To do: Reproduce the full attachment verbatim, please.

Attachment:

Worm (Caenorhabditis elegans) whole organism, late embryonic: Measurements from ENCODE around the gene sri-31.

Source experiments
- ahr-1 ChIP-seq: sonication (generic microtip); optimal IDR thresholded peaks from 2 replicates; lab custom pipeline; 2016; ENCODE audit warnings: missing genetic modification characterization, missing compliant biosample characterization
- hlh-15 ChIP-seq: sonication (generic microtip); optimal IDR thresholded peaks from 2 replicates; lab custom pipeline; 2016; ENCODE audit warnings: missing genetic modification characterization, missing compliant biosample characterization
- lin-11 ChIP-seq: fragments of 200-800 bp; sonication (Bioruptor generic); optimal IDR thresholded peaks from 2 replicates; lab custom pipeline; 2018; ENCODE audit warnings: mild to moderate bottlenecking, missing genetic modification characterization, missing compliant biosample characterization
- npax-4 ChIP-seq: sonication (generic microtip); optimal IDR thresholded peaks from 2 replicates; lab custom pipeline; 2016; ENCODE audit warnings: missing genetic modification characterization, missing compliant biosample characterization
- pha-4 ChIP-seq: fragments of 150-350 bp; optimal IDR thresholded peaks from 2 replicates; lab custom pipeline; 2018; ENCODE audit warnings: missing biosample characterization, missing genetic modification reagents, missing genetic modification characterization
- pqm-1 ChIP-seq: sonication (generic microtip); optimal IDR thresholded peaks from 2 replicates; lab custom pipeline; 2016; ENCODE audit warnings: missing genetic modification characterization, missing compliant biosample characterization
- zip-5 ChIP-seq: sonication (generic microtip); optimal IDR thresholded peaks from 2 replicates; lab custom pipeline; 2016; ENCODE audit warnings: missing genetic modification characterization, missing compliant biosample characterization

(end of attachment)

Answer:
Worm (Caenorhabditis elegans) whole organism, late embryonic: Measurements from ENCODE around the gene sri-31.

Source experiments
- ahr-1 ChIP-seq: sonication (generic microtip); optimal IDR thresholded peaks from 2 replicates; lab custom pipeline; 2016; ENCODE audit warnings: missing genetic modification characterization, missing compliant biosample characterization
- hlh-15 ChIP-seq: sonication (generic microtip); optimal IDR thresholded peaks from 2 replicates; lab custom pipeline; 2016; ENCODE audit warnings: missing genetic modification characterization, missing compliant biosample characterization
- lin-11 ChIP-seq: fragments of 200-800 bp; sonication (Bioruptor generic); optimal IDR thresholded peaks from 2 replicates; lab custom pipeline; 2018; ENCODE audit warnings: mild to moderate bottlenecking, missing genetic modification characterization, missing compliant biosample characterization
- npax-4 ChIP-seq: sonication (generic microtip); optimal IDR thresholded peaks from 2 replicates; lab custom pipeline; 2016; ENCODE audit warnings: missing genetic modification characterization, missing compliant biosample characterization
- pha-4 ChIP-seq: fragments of 150-350 bp; optimal IDR thresholded peaks from 2 replicates; lab custom pipeline; 2018; ENCODE audit warnings: missing biosample characterization, missing genetic modification reagents, missing genetic modification characterization
- pqm-1 ChIP-seq: sonication (generic microtip); optimal IDR thresholded peaks from 2 replicates; lab custom pipeline; 2016; ENCODE audit warnings: missing genetic modification characterization, missing compliant biosample characterization
- zip-5 ChIP-seq: sonication (generic microtip); optimal IDR thresholded peaks from 2 replicates; lab custom pipeline; 2016; ENCODE audit warnings: missing genetic modification characterization, missing compliant biosample characterization